I dropped them off. Edmonton’s Commonwealth Stadium now held them – my wife, our daughter and our daughter’s friend – tickets, purchased last November; the event, a One Direction concert.
I began looking for possible photographs – different subjects presented themselves. I got out of our truck opposite Strathcona Composite School and had a look at a rat rod parked outside a gym on the southbound Calgary trail – very minimalistic in design and with little to draw the eye. I moved on. On Jasper Avenue the Gibson Building has always been an interesting subject to photograph – a building built to accommodate the wedge or pie piece shape of the land beneath it. But for the last eighteen months a neighboring construction zone has interfered with its presentation; I would need a fish eye lens to make something of the building without capturing the construction site. A photograph would not be viable today. Later, I had a good walk through the John Walter museum and gathered more information about the area and the history of one of the Walterdale homes I had photographed months before. There, in walking back to my truck, I ran into one of my daughter’s friends from her dance company – she was staying with grandparents and had recognized me. We said our hellos; I chatted with her and her granddad and we parted.
The evening clouded over. As the sun moved into its golden hour, I got to the Riverdale bike bridge and began gathering the shots above of the Edmonton Skyline. People walking by offered encouragement and saw the photographer’s opportunity of reddening clouds. One Direction’s music could be heard in the distance – people wondered if the music was part of the Taste of Edmonton event that was also going on, currently. In wind, spitting rain and cloud, wiping the lens with lens cloth regularly I gathered these images.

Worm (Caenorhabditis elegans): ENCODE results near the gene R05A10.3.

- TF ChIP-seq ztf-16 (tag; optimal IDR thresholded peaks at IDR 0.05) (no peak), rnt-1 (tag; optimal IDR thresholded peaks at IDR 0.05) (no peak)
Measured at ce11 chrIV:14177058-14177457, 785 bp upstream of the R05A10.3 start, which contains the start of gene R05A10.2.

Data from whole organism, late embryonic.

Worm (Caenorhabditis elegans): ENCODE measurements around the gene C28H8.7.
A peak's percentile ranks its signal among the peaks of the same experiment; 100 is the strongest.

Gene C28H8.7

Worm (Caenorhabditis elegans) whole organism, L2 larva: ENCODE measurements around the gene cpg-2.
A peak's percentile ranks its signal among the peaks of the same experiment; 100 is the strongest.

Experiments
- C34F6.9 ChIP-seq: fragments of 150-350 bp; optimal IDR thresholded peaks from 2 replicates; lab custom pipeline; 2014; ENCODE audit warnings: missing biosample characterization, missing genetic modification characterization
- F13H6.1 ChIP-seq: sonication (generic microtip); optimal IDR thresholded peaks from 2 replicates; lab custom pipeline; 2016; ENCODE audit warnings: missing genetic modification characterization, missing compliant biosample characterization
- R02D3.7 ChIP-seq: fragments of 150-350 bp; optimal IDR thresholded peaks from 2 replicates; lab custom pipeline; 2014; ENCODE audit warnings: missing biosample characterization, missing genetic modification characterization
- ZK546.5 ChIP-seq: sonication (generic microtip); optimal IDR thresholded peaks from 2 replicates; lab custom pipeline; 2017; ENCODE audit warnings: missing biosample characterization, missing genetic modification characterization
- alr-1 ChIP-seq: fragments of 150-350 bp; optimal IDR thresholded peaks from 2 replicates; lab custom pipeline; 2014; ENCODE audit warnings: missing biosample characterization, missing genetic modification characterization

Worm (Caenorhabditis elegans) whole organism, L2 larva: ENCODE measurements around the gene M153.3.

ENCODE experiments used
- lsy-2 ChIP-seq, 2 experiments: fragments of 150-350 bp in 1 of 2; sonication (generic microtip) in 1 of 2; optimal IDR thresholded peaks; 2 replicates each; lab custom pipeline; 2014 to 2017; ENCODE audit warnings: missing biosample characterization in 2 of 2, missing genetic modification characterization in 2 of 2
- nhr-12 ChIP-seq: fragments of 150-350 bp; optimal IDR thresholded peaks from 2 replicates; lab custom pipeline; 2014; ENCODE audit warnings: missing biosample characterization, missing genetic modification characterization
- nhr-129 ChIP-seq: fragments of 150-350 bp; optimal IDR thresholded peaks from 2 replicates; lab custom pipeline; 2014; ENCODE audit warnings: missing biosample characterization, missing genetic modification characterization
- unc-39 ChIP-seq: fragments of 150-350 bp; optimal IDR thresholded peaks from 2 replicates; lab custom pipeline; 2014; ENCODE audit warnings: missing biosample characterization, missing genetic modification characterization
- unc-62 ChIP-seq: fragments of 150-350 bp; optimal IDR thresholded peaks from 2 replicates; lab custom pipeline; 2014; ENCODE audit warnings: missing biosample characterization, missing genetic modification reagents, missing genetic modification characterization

Quote to Consider – within the intention of ‘In My Back Pocket – Photography,’ has been the movement toward the seamless ‘See, Think, Do’ of image capture and image making. The following image conveys something similar and is found in Franz Kafka’s ‘The Wish to Be a Red Indian;’ “If one were only an Indian, instantly alert, and on a racing horse, leaning against the wind, kept on quivering jerkily over the quivering ground, until one shed one’s spurs, for there needed no spurs, threw away the reins, for there needed no reins, and hardly saw that the land before one was smoothly short heath when horse’s neck and head would be already gone.” Liking this … sort of what photography can become, response.
Listening to – Maeve Binchy’s ‘A Week in Winter’ for the long drive to and from Edmonton.